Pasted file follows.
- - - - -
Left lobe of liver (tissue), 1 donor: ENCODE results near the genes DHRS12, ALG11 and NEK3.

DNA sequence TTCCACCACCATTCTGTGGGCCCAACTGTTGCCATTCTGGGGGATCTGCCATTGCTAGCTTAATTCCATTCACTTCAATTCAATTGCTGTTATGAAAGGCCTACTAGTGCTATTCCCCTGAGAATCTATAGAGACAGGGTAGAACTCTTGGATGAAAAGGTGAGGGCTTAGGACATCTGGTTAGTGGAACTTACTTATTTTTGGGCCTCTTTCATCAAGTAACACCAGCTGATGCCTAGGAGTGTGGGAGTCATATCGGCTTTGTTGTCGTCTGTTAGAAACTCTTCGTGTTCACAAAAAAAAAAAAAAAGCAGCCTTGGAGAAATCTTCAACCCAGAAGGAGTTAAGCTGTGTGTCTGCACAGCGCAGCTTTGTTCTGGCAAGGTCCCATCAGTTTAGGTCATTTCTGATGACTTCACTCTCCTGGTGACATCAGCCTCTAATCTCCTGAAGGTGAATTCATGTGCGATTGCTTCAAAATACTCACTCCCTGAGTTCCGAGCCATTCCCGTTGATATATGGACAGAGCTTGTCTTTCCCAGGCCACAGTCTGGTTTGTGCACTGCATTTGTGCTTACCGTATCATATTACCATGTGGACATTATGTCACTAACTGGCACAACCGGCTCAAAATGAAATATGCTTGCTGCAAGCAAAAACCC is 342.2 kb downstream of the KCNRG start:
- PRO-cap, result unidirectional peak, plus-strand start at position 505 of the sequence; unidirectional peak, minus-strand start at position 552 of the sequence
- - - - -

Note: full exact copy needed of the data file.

Left lobe of liver (tissue), 1 donor: ENCODE results near the genes DHRS12, ALG11 and NEK3.

DNA sequence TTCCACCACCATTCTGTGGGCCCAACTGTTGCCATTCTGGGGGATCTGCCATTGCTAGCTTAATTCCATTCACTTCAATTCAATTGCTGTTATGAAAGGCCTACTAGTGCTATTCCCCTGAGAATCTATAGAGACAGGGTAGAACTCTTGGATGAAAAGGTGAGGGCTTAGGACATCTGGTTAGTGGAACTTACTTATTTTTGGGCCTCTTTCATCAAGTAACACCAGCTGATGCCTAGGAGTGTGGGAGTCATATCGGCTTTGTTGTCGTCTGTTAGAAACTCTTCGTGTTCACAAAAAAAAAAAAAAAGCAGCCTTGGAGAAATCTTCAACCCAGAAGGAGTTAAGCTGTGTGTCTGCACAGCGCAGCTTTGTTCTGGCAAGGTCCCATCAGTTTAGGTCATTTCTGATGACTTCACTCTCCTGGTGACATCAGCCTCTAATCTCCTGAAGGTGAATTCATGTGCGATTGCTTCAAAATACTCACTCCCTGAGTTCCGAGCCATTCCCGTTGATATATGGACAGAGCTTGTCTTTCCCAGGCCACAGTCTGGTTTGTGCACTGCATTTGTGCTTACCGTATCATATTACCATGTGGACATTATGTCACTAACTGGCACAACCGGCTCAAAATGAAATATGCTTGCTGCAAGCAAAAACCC is 342.2 kb downstream of the KCNRG start:
- PRO-cap, result unidirectional peak, plus-strand start at position 505 of the sequence; unidirectional peak, minus-strand start at position 552 of the sequence